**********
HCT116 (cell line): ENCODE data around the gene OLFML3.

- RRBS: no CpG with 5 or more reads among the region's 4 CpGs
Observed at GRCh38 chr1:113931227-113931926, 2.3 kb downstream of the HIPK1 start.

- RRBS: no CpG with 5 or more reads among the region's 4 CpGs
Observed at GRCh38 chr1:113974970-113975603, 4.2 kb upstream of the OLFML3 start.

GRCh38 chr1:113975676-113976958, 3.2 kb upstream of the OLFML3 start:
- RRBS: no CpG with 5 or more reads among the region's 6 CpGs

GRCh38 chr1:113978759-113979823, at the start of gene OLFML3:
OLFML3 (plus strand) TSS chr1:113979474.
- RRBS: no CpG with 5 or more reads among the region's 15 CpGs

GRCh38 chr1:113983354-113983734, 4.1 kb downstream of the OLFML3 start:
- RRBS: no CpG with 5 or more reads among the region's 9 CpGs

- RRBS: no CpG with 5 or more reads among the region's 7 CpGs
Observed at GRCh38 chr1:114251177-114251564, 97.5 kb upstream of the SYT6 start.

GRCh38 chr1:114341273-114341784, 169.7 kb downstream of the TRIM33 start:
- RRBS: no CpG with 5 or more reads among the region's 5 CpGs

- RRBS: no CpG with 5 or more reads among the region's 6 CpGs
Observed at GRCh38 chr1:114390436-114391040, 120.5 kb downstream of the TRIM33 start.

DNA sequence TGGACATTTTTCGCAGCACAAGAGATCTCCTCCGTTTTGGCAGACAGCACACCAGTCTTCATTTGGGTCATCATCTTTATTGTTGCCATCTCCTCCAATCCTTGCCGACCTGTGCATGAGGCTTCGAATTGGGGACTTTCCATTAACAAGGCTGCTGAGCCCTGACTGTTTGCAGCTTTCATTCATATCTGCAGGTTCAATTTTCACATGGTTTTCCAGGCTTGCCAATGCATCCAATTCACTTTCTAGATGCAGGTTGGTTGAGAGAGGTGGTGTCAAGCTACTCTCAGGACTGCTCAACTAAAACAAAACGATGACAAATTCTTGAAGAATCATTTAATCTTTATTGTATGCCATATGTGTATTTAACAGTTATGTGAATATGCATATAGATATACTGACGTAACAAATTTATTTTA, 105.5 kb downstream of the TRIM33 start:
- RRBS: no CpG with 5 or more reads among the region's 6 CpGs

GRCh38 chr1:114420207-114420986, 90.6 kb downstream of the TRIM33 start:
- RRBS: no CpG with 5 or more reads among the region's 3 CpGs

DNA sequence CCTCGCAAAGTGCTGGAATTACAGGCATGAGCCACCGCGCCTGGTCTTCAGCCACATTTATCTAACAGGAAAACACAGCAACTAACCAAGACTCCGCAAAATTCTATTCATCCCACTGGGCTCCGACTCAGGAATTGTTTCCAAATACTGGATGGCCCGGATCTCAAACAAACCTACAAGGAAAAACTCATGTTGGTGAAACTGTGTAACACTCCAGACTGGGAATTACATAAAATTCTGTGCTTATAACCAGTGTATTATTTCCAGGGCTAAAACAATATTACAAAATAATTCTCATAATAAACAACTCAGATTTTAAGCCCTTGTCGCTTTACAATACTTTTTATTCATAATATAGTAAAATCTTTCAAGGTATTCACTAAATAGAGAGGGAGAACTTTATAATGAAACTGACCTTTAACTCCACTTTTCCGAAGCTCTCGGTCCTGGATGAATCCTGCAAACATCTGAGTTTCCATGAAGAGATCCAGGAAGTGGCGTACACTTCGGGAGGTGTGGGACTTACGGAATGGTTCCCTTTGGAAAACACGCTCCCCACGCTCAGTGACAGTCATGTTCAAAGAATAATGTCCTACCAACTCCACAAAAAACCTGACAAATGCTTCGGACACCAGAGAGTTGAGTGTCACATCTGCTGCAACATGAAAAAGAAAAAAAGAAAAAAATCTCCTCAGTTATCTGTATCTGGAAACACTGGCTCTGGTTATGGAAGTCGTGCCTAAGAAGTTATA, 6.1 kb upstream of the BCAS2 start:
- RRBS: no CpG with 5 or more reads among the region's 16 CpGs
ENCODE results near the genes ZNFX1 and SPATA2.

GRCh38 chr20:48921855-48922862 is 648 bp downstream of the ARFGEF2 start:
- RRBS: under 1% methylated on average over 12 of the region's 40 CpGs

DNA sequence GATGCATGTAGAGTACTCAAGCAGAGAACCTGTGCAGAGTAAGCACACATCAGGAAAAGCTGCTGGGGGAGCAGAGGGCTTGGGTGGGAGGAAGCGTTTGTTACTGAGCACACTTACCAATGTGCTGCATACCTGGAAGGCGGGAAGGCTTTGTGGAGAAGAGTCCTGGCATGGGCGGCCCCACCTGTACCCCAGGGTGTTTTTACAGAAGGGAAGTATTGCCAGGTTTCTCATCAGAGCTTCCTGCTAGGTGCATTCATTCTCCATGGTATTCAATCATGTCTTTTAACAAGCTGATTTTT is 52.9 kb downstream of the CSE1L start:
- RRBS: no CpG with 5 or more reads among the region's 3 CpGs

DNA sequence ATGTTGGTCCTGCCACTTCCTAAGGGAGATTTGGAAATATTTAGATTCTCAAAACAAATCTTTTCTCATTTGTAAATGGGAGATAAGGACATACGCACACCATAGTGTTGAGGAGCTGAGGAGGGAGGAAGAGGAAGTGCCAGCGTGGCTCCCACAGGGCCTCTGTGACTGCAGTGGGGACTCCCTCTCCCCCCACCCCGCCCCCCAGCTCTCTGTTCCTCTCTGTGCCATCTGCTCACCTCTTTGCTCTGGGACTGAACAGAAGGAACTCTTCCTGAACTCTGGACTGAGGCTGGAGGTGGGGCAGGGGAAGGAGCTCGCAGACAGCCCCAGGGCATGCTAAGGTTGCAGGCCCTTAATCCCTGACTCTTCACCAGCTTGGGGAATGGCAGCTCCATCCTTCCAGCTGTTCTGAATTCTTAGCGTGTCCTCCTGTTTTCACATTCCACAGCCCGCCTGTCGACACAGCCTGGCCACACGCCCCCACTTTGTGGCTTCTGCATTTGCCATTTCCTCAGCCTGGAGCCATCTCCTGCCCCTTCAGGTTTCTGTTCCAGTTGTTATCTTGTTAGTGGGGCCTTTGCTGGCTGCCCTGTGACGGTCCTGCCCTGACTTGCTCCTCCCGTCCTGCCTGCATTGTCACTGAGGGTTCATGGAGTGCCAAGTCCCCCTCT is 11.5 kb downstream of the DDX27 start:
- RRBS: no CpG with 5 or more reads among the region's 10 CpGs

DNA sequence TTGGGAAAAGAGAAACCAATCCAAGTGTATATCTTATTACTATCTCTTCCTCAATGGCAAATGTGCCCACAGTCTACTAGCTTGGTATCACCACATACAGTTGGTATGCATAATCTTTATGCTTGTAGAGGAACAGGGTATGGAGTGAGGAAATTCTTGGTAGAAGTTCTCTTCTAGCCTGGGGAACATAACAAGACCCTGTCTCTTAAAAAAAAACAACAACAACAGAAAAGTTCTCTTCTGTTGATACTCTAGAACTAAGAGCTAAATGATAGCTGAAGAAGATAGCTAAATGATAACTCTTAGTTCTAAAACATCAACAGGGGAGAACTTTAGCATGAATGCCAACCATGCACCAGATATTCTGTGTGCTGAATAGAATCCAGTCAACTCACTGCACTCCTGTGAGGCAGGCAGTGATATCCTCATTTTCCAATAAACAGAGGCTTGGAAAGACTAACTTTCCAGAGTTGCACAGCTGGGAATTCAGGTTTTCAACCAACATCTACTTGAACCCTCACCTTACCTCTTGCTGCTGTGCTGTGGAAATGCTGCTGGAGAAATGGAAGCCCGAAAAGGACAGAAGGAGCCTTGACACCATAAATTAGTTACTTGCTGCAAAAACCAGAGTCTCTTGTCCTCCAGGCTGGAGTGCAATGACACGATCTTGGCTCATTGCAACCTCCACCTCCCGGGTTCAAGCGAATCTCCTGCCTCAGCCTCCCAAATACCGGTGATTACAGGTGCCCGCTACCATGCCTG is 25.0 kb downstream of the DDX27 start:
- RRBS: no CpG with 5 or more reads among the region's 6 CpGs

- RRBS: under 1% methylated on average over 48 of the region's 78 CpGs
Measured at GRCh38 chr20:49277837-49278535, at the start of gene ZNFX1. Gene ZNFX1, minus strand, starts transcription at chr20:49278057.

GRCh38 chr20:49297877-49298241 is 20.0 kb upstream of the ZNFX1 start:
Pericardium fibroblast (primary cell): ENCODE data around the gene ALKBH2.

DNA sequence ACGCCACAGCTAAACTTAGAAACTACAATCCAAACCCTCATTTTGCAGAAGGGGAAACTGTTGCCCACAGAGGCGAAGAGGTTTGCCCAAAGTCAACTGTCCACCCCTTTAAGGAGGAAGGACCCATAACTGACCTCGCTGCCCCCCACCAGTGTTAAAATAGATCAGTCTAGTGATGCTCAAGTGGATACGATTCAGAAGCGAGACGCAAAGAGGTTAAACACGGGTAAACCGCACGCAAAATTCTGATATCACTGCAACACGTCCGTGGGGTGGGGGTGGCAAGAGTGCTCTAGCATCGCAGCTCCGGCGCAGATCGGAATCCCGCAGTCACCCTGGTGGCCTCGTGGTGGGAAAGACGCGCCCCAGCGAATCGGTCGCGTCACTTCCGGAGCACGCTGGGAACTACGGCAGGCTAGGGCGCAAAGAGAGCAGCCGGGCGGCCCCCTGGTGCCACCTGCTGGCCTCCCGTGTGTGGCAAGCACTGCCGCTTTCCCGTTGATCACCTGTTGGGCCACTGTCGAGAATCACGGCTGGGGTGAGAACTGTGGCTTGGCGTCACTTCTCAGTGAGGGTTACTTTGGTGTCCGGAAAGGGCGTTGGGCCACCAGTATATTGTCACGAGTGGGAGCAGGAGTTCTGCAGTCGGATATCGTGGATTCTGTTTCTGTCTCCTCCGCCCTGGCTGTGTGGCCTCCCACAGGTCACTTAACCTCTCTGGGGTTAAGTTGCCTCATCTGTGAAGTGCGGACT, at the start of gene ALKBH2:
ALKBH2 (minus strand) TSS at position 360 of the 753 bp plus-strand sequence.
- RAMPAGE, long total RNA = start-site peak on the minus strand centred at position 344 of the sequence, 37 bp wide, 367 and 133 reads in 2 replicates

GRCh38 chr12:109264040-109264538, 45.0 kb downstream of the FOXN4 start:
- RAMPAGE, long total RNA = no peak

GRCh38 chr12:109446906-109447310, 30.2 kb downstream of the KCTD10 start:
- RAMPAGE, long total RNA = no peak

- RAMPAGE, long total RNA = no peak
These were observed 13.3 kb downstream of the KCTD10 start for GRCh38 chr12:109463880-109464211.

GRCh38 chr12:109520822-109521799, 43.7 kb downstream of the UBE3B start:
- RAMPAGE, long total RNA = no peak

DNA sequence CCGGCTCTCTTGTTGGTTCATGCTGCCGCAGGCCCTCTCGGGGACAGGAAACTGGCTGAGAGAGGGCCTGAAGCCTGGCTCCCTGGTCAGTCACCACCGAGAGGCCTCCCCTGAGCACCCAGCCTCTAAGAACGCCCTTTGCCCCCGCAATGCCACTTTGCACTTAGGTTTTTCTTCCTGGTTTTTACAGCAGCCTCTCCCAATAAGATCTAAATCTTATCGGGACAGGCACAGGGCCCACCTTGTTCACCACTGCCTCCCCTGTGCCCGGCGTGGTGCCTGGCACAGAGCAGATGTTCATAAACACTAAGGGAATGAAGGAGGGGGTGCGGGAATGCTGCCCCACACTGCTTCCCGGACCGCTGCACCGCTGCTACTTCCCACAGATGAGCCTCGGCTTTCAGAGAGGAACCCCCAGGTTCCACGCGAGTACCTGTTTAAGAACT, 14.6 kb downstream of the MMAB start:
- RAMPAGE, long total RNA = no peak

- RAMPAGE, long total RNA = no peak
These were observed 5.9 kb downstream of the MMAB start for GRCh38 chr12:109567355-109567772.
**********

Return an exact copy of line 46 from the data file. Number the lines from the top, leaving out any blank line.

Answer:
These were observed 13.3 kb downstream of the KCTD10 start for GRCh38 chr12:109463880-109464211.